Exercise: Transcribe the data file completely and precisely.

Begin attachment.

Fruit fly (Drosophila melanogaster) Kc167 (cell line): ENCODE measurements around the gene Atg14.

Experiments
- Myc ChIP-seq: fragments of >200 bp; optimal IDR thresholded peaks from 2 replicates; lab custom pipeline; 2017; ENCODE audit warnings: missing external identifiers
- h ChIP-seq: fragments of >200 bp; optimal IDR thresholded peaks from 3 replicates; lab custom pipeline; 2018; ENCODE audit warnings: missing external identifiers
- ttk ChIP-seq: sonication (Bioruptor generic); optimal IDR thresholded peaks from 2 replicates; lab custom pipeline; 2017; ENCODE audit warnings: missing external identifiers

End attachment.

Fruit fly (Drosophila melanogaster) Kc167 (cell line): ENCODE measurements around the gene Atg14.

Experiments
- Myc ChIP-seq: fragments of >200 bp; optimal IDR thresholded peaks from 2 replicates; lab custom pipeline; 2017; ENCODE audit warnings: missing external identifiers
- h ChIP-seq: fragments of >200 bp; optimal IDR thresholded peaks from 3 replicates; lab custom pipeline; 2018; ENCODE audit warnings: missing external identifiers
- ttk ChIP-seq: sonication (Bioruptor generic); optimal IDR thresholded peaks from 2 replicates; lab custom pipeline; 2017; ENCODE audit warnings: missing external identifiers